Pandemic puts the squeeze on fashion industry, but local shops remain part of the fabric of the community

Laura Tanzer Designs
Laura Tanzer working on new shoe designs.

Local fashion boutiques and designers continue to face challenges due to the pandemic, but some have recently seen shoppers looking for new clothes alongside a push for more sustainability in the industry.

Last March, businesses—especially non-essential businesses like boutiques and thrift shops—were forced to close.

The pandemic had a rippling effect across the industry as manufacturers also closed and barriers arose to traveling to places to find source materials and designs.

Not only small boutiques but large powerhouse brands and retailers suffered through the pandemic, with factory shutdowns and delays in merchandise. Many filed for Chapter 11 bankruptcy protection, including retailers like J. Crew, Men's Wearhouse and Lucky Brand.

However, small boutiques had an advantage with a strong local following and the ability to quickly pivot or build on existing online presence.

For a year, Laura Tanzer Designs, a sustainable retailer and atelier, has remained open by appointment only. Owner and designer Laura Tanzer had to furlough all four part-time workers, as she continues to feel uncomfortable putting her employees at risk. With appointments few and far between, she said she probably made about a sixth of her typical income over the past year.

Tanzer sources material from deadstock–leftover fabric from manufacturers. With manufacturers closed, she was unable to get more deadstock; however, Tanzer already had a large stockpile of vintage materials and still plenty of inventory.

She received the first round of PPP, and applied for the second but has not heard back. Unlike other small businesses or restaurants, retailers did not receive as much government help through the Paycheck Protection Program or other government loans, said Tanzer.

"I make a product that is extraordinary and beautiful and artistic, very creative, and this type of product wasn't something that people wanted or needed during the pandemic because everybody was at home. People weren't going out. People weren't being seen," said Tanzer. "It really was very close to devastating for me to be closed for this amount of time, especially since my business, prior to the pandemic, was ramping up and doing really, really, really well and then it's just like somebody pulled the curtain and closed everything."

From March to May, Tanzer made masks from left over cotton, which sold faster than she could make them.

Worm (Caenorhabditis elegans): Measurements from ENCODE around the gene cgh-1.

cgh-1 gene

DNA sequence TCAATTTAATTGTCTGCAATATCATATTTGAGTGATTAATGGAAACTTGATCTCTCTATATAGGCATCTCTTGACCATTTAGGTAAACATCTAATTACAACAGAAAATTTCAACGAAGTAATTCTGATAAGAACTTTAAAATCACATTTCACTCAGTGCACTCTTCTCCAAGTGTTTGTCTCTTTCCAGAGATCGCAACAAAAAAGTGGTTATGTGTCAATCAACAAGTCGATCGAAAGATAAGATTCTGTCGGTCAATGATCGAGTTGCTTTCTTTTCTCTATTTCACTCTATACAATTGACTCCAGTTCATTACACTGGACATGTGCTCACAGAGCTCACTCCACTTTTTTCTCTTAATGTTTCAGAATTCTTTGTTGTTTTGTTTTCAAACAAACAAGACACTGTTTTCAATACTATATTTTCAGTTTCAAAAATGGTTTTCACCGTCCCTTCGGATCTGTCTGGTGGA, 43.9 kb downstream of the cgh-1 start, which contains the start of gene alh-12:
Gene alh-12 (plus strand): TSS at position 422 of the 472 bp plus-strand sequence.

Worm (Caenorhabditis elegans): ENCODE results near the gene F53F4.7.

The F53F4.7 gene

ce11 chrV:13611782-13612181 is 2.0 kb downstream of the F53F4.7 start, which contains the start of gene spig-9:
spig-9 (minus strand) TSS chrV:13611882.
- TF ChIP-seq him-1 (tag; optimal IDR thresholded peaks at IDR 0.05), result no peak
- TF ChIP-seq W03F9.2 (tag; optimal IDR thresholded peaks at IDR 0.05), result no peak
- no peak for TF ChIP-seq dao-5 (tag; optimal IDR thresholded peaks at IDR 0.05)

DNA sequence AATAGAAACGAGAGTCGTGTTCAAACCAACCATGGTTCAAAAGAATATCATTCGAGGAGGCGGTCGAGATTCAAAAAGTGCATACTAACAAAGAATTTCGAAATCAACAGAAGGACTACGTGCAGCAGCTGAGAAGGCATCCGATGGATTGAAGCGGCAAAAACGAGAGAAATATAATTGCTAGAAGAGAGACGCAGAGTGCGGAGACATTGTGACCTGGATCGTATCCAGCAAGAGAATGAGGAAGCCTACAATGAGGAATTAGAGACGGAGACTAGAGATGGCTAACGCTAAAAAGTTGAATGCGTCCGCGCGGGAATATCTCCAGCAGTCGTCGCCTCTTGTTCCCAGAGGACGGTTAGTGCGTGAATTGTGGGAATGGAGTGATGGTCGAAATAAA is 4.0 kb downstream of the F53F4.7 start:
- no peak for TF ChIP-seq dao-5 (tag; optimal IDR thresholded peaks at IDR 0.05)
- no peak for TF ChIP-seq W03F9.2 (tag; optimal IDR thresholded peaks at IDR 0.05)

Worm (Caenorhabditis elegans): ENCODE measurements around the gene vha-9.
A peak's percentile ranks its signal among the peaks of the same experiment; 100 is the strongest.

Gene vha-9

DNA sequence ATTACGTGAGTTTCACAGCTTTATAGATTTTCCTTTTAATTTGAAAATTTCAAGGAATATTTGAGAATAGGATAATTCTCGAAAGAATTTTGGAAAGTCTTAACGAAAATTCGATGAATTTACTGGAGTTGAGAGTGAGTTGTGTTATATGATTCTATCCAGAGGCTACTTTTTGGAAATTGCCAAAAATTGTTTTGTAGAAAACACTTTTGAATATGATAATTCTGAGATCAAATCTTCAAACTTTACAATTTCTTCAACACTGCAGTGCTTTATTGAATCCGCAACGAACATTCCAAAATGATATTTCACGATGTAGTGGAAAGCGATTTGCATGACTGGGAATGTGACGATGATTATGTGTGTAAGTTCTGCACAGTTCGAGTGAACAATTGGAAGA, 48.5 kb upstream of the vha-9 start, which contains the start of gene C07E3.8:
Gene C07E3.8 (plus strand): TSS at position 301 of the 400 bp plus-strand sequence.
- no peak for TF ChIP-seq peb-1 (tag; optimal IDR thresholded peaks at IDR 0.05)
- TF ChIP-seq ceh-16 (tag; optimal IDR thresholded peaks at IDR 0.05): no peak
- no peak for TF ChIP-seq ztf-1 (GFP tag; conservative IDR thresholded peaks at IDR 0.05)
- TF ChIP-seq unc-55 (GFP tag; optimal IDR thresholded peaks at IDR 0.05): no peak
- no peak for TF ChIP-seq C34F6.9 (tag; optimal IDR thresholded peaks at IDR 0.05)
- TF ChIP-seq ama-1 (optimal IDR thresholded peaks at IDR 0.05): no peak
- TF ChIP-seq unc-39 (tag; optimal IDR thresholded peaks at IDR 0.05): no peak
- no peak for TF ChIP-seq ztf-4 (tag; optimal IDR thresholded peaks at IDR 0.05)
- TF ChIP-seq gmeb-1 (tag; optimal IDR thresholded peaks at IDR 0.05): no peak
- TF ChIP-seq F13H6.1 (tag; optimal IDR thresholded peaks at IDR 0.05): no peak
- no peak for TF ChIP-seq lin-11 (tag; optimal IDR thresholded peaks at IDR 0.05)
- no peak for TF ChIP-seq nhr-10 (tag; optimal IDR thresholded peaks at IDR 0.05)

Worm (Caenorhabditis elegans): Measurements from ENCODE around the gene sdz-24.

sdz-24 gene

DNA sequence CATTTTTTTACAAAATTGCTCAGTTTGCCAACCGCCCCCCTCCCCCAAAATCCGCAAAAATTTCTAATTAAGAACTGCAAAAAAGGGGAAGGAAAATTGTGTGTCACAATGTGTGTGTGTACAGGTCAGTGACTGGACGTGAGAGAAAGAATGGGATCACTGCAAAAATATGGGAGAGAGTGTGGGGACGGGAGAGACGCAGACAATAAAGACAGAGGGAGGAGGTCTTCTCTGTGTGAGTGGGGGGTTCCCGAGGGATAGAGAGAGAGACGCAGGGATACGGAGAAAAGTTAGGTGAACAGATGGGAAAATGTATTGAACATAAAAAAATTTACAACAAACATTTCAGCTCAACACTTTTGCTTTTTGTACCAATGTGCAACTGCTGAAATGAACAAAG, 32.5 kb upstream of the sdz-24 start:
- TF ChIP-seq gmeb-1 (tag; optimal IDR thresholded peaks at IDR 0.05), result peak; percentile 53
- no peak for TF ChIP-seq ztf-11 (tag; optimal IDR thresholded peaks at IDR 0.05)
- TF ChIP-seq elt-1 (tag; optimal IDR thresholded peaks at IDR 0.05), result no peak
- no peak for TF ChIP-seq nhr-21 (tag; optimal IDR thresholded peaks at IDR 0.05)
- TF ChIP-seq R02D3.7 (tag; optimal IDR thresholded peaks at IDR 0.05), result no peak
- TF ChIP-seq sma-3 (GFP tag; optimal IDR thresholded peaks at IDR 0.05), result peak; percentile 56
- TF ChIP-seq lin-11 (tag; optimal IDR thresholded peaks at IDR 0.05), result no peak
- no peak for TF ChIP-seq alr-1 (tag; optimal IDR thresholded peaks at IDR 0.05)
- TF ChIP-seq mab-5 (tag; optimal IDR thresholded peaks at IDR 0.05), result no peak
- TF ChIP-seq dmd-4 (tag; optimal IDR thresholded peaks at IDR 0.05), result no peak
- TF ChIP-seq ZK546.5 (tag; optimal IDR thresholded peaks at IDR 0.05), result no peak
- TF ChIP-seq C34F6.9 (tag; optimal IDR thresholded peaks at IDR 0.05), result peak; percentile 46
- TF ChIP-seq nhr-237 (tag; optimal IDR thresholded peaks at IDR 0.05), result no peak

However she didn't plan to make masks for the rest of her life, so she made a shift in her business model and a new website, called Learn Craft Sew, soft launched at the end of March. She will post online tutorials and offer workshops on sewing and pattern making in a two- to three-hour session.

For Tucson Thrift, a known vintage shop on Fourth Avenue, the ability to pivot was a little harder, but the shop took the opportunity to remodel and install a new POS system while closed.

Owner Arlene Leaf said they closed on March 18 along with other nonessential retailers and had already purchased Halloween merchandise in January, not cancelling their orders and keeping their commitments. With people not celebrating Halloween, as other years, they still have merchandise, but Leaf said the community comes by to support the shop. They reopened on Oct. 10, but she decided to close again after seeing the spike around Thanksgiving before reopening again in February.

Leaf thanks the government programs that allowed her to continue to support her staff and remodeling efforts.

"Very fortunately I had savings, so I could keep the staff going while we worked out the other stuff but it was a little scary there at that time. But honestly, without the government we couldn't have made it," said Leaf. "It's like I was just to zero in my account and the $10,000 showed up."

Leaf said they also received an additional $42,000 in PPP and EIDL that allowed her to keep going.

Like Tucson Thrift, W Boutique had already purchased merchandise from manufacturers and designers for the spring and summer about six months prior, then the pandemic hit, said owner Sydney Duncan. The boutique kept their commitments and was given more time to pay to deal with the losses as people were no longer purchasing "going out" outfits at the same rate as before.